There was plenty of excitement around the launch of the new Scott Foil, very few details were released which only added to the anticipation. A few snippets of pro riders riding around a very different looking bike with an angular camo paint job were the only clues that something cool was coming down the line. Here's everything you need to know about the new model.
The Scott Foil has had a very successful time in the pro peloton, racking up 115 World Tour victories since 2010, but after 5 years an update was on the cards.
The new edition of the Foil has had a significant upgrade, including a change of frame shape, greater integration and a reduction in weight. The tube profiles maintain their truncated shape, which Scott say enable the frame to be stiffer than other frames with a more teardrop profile.
For the pro peloton, the claimed aero improvements of the new Foil compared to the old are significant. A saving of 6 watts or 27 seconds over 40km (at 45kph), which might not seem like a huge amount for the average Joe, could mean the difference between a win and a loss for a pro rider.
The new frame weighs in at 945grams and together with the 335gram fork, makes for a very light aero bike. This will enable to the pro teams to easily hit that UCI weight mark of 6.8kg, even with a deeper profile wheelset and all the usual additions such as power meters, pedals and cages.
One of the biggest changes on the new Foil is the one piece stem and bar combination. From an aerodynamics point of view this cleaner front end will save on frontal drag and make a significant saving in watts.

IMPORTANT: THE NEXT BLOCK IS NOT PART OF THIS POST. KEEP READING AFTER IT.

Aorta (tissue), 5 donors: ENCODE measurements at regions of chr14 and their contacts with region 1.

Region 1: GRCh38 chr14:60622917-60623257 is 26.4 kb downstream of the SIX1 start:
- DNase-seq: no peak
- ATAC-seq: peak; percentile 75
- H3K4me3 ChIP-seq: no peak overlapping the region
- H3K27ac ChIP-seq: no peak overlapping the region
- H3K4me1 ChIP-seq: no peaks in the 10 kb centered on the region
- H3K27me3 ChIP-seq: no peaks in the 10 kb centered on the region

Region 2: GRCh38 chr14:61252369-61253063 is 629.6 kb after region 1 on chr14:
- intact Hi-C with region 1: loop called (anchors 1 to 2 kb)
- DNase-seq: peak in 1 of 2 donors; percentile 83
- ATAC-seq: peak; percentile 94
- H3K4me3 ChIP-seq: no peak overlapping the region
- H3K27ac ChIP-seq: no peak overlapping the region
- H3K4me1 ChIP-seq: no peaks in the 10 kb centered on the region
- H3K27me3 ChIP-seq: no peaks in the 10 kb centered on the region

Interestingly, some cables can still be seen, but through extensive wind tunnel testing, Scott have discovered that it made no significant difference to drag. As a result they have chosen to keep some cables exposed which will make it much easier for mechanics and riders alike to make small adjustments.
Having the one piece stem and bar will also improve the bikes handling. Obviously having one piece instead of two will create less flex, leading to a much stiffer feel, improving responsiveness and therefore better handling.
Sprinters will love the new set up. When they really put the power down coming into the finish line, the stiffer front end will enable them to gain more leverage and push more watts. There’s no doubt every sprinter on Orica-GreenEDGE and IAM Cycling will be on board the Foil for all flat stages in this year’s Tour de France.
IAM Cycling’s Heinrich Haussler gave his thoughts on the new model. “While certain riders switch between the lightweight SCOTT Addict and the aerodynamically advanced Foil depending on course characteristics, I really appreciate the Foil for almost every race due to its stiff and aerodynamic yet lightweight nature.”
Another key difference with the new version is the dropped seat stays. This seems to be a consistent new trend for the aero bikes, creating a more aero profile, but also creating a more compliant ride, which is the biggest complaint of traditional aero bikes. Scott claims the new Foil offers “an increase in vertical compliance of a stunning 89% compared to the first edition of the Foil”.
It will be very interesting to see which bike riders choose for cobbled road races. Once upon a time, it would be inconceivable to think an aero bike would be seen on the pave, but with its improved compliance, we may very well see the Foil lining up to tackle the rougher surfaces.
The rear brake has been moved underneath the chainstays, which is in contrast to most other manufacturers who seem to be favoring the seat stays. Scott put this down to a rider comfort issue. Having the brakes in this position allows for greater compliance through the seat stays and seat tube, which was clearly of the utmost importance when creating the new Foil.
The great news for all of us is the new Scott Foil will be available in 5 different models. The frame shape will stay the same, only the wheelset and drivetrain will change, which is more great news.
Keep an eye out for the new and improved model landing at your local bike shop soon!
Thanks Scott for the great photos (Leiser, Michael Rauschendorfer)